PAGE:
Honey is something that fascinates me as a food. Bees get a bit of a bad rep as we are often stung as a child and this traumatic experience often spoils our outlook on them as we grow up.
But, this amazing product has an extraordinary history. Egyptian tombs have been excavated and found to contain perfectly edible honey as it has, essentially, an eternal shelf life.
Few edibles in their raw form can hold this claim; rice, sugar and salt are just a few, but let’s face it, we aren’t going to put a spoon in a jar of rice and chow down on it!
Honey is ‘hygroscopic’ (sorry for the science mumbo-jumbo), which means it has an incredibly low amount of water in its natural state, so very few bacteria can exist in this environment and are essentially smothered by it and just die off.
As a foodie, I find this utterly fascinating.
It is such a versatile ingredient and can happily feature in any course in any meal, savoury or sweet.
Recently my son Rupert and I spent a wonderful day at my sister’s house in North Wales. The reason for our visit wasn’t just to take in the wonderful surrounds, but to help collect and spin some honey with Rupert and his cousins!
My mum and sister have been keeping bees for the last 3 years and I’m sure they would agree that its not been an easy journey. However, they seem to greet each new challenge head on and this year they have managed to collect a substantial yield from their busy bees.
Mum & Soph set up the Bees with a grant from the ‘Snowdonia National Park Authority’. They have four hives of native Welsh Black Bees, no smoke is used with their bees and they endeavour to disturb them as little as possible, just taking enough honey for themselves (and us lucky few who manage to persuade them for a jar or two!) so the bees have plenty of honey stores all year round and don’t need to be fed syrups.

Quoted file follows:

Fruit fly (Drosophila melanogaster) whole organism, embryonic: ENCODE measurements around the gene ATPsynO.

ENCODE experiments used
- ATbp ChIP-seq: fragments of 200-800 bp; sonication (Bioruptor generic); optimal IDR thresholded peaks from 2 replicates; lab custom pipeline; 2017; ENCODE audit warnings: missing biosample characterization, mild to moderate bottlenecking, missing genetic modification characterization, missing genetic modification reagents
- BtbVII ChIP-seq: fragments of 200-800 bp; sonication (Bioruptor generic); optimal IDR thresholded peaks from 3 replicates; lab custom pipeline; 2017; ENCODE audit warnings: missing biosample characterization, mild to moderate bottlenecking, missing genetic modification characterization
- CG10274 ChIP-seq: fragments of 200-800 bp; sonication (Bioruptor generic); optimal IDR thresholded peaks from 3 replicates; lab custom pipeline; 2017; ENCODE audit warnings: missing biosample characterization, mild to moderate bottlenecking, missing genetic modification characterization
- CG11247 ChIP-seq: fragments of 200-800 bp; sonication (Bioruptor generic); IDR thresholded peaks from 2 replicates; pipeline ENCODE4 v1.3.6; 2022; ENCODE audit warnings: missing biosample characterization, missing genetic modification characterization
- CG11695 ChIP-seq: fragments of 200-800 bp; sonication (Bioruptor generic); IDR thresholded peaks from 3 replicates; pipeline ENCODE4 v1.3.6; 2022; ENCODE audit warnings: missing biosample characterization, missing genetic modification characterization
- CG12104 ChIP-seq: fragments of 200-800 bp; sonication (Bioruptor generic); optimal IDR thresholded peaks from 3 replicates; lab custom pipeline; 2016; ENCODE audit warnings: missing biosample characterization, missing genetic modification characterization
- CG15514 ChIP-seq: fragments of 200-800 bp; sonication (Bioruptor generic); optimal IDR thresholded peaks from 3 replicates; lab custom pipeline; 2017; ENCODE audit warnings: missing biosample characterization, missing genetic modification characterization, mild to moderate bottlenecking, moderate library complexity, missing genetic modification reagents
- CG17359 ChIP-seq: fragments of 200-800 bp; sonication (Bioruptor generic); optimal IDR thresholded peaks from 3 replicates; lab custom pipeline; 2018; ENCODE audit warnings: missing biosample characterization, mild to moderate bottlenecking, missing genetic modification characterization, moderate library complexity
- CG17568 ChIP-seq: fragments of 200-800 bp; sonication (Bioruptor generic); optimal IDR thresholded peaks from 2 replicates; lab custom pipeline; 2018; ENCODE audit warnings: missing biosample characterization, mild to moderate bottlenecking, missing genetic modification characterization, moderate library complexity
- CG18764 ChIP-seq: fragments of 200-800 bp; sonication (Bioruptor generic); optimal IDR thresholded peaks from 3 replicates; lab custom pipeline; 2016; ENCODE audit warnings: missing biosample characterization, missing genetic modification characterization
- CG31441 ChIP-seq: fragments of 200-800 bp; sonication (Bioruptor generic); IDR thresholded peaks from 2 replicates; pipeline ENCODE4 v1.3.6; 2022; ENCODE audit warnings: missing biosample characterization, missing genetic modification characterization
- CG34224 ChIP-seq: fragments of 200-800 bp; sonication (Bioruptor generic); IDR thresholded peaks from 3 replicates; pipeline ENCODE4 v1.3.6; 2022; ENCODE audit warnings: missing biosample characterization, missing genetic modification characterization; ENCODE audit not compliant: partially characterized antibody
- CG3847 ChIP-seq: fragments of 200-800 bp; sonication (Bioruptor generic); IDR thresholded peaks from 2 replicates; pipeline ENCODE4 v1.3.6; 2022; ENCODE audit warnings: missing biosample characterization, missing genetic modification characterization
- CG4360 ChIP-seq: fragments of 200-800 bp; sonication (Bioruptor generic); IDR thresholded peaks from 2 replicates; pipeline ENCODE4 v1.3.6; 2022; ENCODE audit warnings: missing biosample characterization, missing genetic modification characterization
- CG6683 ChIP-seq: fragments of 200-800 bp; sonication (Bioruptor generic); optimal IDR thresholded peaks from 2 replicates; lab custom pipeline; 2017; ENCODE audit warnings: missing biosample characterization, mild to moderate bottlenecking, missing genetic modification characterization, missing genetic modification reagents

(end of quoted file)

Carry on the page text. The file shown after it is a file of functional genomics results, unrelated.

This year’s warm June saw the hawthorn blossom the best we’ve ever seen, so this years spring honey is mainly made up of hawthorn, sycamore and dandelion nectar. If you have never tasted raw honey straight from the cone, then I am sorry for you! It is truly amazing and so different from the processed stuff the supermarkets feed us.
I’m sure many of you are aware of the decline of native bees in the UK. I found this statistic on the Saveourbees.org.uk website, which I found very sad.
In the 1950s there were over 50 species of native bees in the UK, yet now there are just 25 as the rest have become extinct. I, along with my family wish to preserve the beauty of our natural habitat and the bees are an important part of this.
So having helped to spin this beautiful nectar from our lovely bees, I wanted to create an easy recipe that we can all do at home, with basic everyday ingredients.
We all know that Andi is the chef in our house, but I try to hold my own when feeding the family, and this recipe is a firm favourite of everyone. A recipe that can be prepped in minutes and is adaptable to different ingredients your fridge has to offer.
We had these in our fridge but you shouldn’t feel afraid to mix it up with what you have in yours, or what the season has to offer.
For the following recipe we used:
250g Steve’s (world famous!) red onion marmalade
500g mixed heritage tomatoes
200g feta cheese
60g rocket leaf
400g golden beetroot
A handful of fresh thyme
And the ‘pièce de résistance’, Honey!
Use a sheet of puff pastry…..ok, I’m sure even Mary Berry would approve of my shop bought pastry. Let’s face it, we all have better things to be doing with our time!
Cut the pastry into circles (I used a plate to cut round) and score another circle an inch from the edge, be careful not to cut all the way through. Egg wash, score within the inner circle.
Bake for about 15 minutes until it’s a light golden brown. Pull it out and push down the centre of your circle, leaving about an inch margin (like a little hug for the filling).
Evenly distribute all the ingredients into the pastry circle and place it back into the oven for around 15-20 minutes (place the thyme on top whole and remove it after it comes out the oven) until your ingredients are crisp and golden, or until the pastry is a deep golden brown… Let’s face it, no one wants a soggy bottom!
Once your tart is baked, top it with rocket and drizzle with honey, et voilà! A delicious meal for the whole family.